Online Accounts After You've Gone

You receive electronic statements, set up auto payments and pay bills online. Companies like it because paperless billing is less expensive, more convenient and environmentally friendly. But what happens when you die or become incapacitated? How will your successor trustee or family members manage your bills or finances when the time comes? How will they know about bills due or money owed?

Your estate plan needs to be designed to make the administration process as easy as possible for your loved ones. This includes making it convenient to manage your assets, saving the hassle of sorting through your paperwork to pay your bills.

Without specific provisions in your estate plan and careful planning, access to this critical information can be difficult. Federal law regulating access to digital property doesn't exist yet, though many states have established legislation to protect digital assets and to provide a deceased person's family with procedures and rights to manage those accounts and assets after death.

Let's look at just one: The Uniform Fiduciary Access to Digital Assets Act from California, which establishes a process for allowing your executor, trustee, power of attorney or court-appointed conservator to access your online accounts after you die. This act also allows you to designate some or portions of your account as off-limits after your death. Many other states have passed similar laws.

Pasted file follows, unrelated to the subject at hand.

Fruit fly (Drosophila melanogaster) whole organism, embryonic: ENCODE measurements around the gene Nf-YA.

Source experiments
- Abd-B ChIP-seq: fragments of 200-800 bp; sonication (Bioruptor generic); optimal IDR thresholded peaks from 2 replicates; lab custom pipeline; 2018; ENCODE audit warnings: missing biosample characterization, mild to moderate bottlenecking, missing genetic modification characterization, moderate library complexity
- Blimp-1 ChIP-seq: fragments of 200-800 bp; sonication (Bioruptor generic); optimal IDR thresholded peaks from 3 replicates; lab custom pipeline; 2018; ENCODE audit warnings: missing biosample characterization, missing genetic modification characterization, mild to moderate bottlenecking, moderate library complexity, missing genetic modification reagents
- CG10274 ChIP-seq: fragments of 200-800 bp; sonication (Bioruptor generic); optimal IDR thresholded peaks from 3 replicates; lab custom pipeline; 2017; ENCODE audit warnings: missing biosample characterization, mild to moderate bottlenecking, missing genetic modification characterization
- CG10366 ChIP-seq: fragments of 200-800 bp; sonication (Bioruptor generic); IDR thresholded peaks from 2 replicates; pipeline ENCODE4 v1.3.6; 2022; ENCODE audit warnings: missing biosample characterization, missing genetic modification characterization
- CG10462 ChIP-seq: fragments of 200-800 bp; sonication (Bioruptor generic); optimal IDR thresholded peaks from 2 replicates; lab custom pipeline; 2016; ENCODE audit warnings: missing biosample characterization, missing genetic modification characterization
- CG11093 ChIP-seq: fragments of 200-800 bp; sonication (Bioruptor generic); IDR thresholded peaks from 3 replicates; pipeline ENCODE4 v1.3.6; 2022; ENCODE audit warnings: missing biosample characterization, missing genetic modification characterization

Your durable power of attorney and your trust instruments can include provisions for naming a fiduciary to act on your behalf for these online accounts, assets and profiles. In today's digital world, many of our financial transactions and communications occur online and access can be very difficult without account names and passwords. If no one has access to the passwords, then what will happen? A lot of headaches.

Planning now can save a lot of problems later.

  1. Inventory your accounts—Document an inventory of accounts, including login IDs and passwords. Obviously, the information should be maintained in a secure location.
  2. Create an online vault—Set a place to keep passwords, identification or login information and other sensitive data.
  3. Establish a detailed digital asset plan—Write a clear, specific statement of intent about who can gain access to what information on accounts.
  4. Carefully select your trustee, executor or representative—Make your decision, considering the private and confidential nature of the information that you're making accessible.

Always keep in mind the specific state rules and regulations that could affect your situation.

Indeed, depending on what state you're in, there could be some confusion about how to handle online accounts after death. Even court rulings aren't always clear. So be sure to leave instructions for your executor on where to find and access information. Back up the media on external hard drives and store in a safe place. By engaging in some simple estate planning, you can protect your privacy, as well as ease the management of your estate after your death. Planning can preserve your legacy in its digital form.


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